Kata

Kata (型:かた) means literally “shape” or “model.” Kata is a formalized sequence of movements which represent various offensive and defensive postures. These postures are based on idealized combat applications.

Kata is the fundamental heart of Karate.  It contains generations of expertise in open handed fighting and includes high impact strikes, grappling, close range strikes, throws & takedowns, ground fighting, chokes & strangles, arm locks, leg & ankle locks, neck wrenches and finger locks. 

Some kata use low and wide stances. This practice develops leg strength, correct posture, and gracefulness. Vigorous arm movements enhance cardiovascular fitness and upper body strength. Kata vary in number of movements and difficulty. The longer kata require the karateka to learn many complex movements. Diligent training and correct mindfulness lead to real understanding of combat principles.

Physical routines were a logical way to preserve this type of knowledge. The various moves have multiple interpretations and applications. Because the applicability for actual self-defense is so flexible there is no definitively correct way to interpret all kata. That is why only high ranking practitioners are qualified to judge adequate form for their own style. Some of the criteria for judging the quality of a performance are: Absence of missteps; correct beginning and especially ending; crispness and smoothness; correct speed and power; confidence; and knowledge of application. Kata with the same name are often performed differently in other styles of karate. Kata are taught with minor variations among schools of the same style. Even the same instructor will teach a particular kata slightly differently as the years pass.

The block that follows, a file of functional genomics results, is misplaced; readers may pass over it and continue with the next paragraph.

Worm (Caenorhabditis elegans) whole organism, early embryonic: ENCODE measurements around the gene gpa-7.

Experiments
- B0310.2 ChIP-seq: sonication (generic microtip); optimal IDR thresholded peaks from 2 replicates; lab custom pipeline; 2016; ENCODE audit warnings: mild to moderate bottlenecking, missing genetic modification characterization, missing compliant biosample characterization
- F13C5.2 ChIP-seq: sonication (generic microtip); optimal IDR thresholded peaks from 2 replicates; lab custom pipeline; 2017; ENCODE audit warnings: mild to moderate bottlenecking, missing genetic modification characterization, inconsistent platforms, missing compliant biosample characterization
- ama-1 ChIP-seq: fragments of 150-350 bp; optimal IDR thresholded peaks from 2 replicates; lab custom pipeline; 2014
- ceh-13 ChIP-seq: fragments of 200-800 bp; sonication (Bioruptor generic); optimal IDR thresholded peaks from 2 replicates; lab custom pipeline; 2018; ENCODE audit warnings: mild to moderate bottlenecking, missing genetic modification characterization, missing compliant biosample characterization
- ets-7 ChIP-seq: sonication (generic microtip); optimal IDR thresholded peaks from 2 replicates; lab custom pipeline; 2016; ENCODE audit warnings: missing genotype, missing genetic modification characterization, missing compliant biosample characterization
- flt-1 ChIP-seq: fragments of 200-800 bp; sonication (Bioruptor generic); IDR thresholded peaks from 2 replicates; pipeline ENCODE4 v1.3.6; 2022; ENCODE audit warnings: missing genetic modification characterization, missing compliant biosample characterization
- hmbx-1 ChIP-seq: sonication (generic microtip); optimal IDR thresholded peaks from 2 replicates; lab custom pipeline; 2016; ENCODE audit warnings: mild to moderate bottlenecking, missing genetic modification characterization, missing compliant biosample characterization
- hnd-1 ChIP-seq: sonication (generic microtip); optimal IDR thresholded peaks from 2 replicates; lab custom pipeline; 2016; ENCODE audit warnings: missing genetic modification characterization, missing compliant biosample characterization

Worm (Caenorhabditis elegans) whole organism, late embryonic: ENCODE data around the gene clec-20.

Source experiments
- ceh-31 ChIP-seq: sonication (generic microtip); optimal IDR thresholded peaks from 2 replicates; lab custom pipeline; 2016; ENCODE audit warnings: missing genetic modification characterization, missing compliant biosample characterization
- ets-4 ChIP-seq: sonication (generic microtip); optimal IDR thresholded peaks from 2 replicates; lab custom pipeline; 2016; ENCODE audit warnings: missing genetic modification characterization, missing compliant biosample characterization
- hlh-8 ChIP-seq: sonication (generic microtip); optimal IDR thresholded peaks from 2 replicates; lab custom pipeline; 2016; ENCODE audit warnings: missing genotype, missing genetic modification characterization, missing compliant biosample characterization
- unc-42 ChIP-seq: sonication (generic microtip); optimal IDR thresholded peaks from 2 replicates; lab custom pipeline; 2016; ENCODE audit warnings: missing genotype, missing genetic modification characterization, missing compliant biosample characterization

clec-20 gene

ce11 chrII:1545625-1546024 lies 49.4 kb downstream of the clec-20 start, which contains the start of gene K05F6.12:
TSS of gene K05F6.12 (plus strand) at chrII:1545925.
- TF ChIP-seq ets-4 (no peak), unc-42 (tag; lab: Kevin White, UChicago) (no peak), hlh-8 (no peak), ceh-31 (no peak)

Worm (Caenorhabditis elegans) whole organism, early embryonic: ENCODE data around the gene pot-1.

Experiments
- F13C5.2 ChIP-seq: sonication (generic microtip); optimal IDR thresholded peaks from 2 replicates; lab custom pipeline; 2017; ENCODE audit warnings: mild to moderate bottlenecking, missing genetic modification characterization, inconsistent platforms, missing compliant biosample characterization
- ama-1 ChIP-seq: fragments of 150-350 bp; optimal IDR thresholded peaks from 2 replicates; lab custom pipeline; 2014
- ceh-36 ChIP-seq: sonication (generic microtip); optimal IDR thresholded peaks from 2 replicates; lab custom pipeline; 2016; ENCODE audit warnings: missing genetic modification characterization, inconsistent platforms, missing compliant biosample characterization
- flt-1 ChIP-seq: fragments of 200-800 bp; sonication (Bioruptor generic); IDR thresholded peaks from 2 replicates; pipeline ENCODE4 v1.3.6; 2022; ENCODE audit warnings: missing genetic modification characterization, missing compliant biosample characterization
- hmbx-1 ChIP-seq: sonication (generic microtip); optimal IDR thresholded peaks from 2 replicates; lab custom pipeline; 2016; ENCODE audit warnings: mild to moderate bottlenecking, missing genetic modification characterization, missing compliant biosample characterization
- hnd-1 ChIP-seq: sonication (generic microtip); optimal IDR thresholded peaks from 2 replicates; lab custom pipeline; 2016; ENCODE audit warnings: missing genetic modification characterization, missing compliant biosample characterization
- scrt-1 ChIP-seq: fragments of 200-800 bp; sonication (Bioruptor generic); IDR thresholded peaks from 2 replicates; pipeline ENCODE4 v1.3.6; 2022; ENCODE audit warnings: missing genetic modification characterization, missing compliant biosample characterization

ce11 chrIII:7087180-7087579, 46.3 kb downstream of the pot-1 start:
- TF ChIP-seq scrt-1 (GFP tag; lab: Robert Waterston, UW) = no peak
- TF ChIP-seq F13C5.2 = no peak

To attain a formal rank the karateka must demonstrate competent performance of specific required kata for that level.  There are perhaps 100 kata across the various forms of karate, each with many minor variations.

Traditionally, kata are taught in stages. Previously learned kata are repeated to show better technique or power as a student acquires knowledge and experience. It is common for students testing to repeat every kata they have learned but at an improved level of quality. The student will perform one new kata and one or two previous ones, to demonstrate how much they have progressed.

The various styles of karate study different kata, or variations of a common core. Some kata may therefore be known by two names, one in Japanese, the other in Okinawan/Chinese. This is because Gichin Funakoshi renamed many kata to help Karate spread throughout Japan.

Several Shotokan groups have introduced kata from other styles into their training, but when the JKA was formed, Nakayama laid down 27 kata as the kata syllabus for this organization. Even today, thousands of Shotokan dojo only practice 26 of these 27 kata. The standard kata are: (太極初段), Heian shodan (平安初段), Heian nidan (平安二段), Heian sandan (平安三段), Heian yondan (平安四段), Heian godan (平安五段), Bassai dai (披塞大), Jion (慈恩), Empi (燕飛), Kanku dai (観空大), Hangetsu (半月), Jitte (十手), Gankaku (岩鶴), Tekki shodan (鉄騎初段), Tekki nidan (鉄騎二段), Tekki sandan (鉄騎三段), Nijūshiho (二十四步), Chinte (珍手), Sōchin (壯鎭), Meikyō (明鏡), Unsu (雲手), Bassai shō (披塞小), Kankū shō (観空小), Wankan (王冠), Gojūshiho shō (五十四歩小), Gojūshiho dai (五十四歩大), and Ji’in (慈陰).

The below video shows Sensei Marshall and Gail Ledger from the club demonstrating Nijūshiho and Chinte respectively.